KUALA LUMPUR — Aug. 16, 2019: Malaysia’s external debt, which stood at RM931.1 billion or 61.3 per cent of Gross Domestic Product (GDP) at the end of last June, remains manageable, maintains Bank Negara, given its currency and maturity profiles and the presence of large external assets..
Close to one-third of the debt was denominated in ringgit (31.7 per cent), mainly in the form of non-resident holdings of domestic debt securities and in ringgit deposits in domestic banks, which are not subject to valuation changes.
The remainder of RM636.1 billion was denominated in foreign currency, whereby the corporate sector accounted for slightly more than half of it and are largely subject to prudential and hedging requirements, said the central bank’s governor Datuk Nor Shamsiah Mohd. Yunus when announcing the second quarter GDP data today.
Compared to end-March, the external debt (59.5 per cent of GDP) had increased, reflecting mainly the drawdown of inter-bank borrowings and inter-company loans.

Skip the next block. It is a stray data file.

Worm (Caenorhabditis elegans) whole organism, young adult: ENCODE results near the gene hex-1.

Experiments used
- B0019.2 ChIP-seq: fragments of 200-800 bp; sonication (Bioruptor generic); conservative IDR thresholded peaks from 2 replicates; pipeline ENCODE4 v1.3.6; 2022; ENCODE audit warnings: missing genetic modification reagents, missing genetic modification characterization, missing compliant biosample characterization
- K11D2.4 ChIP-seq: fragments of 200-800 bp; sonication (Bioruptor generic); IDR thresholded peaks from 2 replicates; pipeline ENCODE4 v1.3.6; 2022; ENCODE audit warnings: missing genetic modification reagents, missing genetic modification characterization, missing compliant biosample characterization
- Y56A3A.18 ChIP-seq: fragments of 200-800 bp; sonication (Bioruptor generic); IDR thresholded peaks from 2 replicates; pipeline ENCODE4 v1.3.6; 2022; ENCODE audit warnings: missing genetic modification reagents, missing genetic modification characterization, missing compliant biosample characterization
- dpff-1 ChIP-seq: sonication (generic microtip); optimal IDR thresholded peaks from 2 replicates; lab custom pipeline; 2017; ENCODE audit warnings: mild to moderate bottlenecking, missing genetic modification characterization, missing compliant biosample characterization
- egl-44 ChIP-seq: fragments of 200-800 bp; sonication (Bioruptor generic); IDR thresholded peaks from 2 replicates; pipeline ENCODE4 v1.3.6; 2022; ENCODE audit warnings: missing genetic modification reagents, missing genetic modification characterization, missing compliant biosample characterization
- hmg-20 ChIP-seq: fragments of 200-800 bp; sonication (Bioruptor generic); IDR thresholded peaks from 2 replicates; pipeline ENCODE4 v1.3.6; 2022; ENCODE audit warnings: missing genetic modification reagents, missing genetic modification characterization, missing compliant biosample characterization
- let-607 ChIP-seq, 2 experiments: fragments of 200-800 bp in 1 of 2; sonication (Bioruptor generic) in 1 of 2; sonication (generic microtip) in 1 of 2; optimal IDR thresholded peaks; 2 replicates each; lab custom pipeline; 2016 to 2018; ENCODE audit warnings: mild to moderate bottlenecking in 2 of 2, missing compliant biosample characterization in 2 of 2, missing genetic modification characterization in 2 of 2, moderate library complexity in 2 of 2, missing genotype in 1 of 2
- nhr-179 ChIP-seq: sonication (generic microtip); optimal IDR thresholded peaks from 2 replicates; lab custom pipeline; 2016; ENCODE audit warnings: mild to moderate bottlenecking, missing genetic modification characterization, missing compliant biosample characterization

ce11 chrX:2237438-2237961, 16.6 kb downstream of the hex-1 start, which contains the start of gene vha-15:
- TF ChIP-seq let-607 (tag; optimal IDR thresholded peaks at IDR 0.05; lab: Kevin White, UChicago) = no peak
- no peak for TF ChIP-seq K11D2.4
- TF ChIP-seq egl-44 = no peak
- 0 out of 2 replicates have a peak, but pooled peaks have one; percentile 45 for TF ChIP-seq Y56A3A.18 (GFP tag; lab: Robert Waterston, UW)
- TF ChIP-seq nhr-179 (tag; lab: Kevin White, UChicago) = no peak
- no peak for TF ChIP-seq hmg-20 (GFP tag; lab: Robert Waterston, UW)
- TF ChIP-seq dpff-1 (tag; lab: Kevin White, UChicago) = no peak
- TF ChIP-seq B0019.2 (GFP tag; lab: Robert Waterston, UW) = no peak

Nor Shamsiah noted there were also revaluation adjustments from the weaker ringgit against regional currencies during the second quarter, which were partially offset by some liquidation of domestic debt securities and withdrawal of deposits by non-residents.
She also said that Malaysia’s flexible exchange rate policy would continue to allow the economy to withstand external shocks.
“The ringgit has played a key role as a shock absorber to ensure external shocks do not translate into disruptions in economic activities.
“We have weathered a number of severe capital outflows and severe depreciation of the ringgit and yet the economy continues to grow and the market continues to function in an orderly manner,” she said.
Furthermore, Malaysia’s ample reserves, totalling US$103.9 billion as of July 31, would be able provide the economy with buffers to deal with external shocks. — Bernama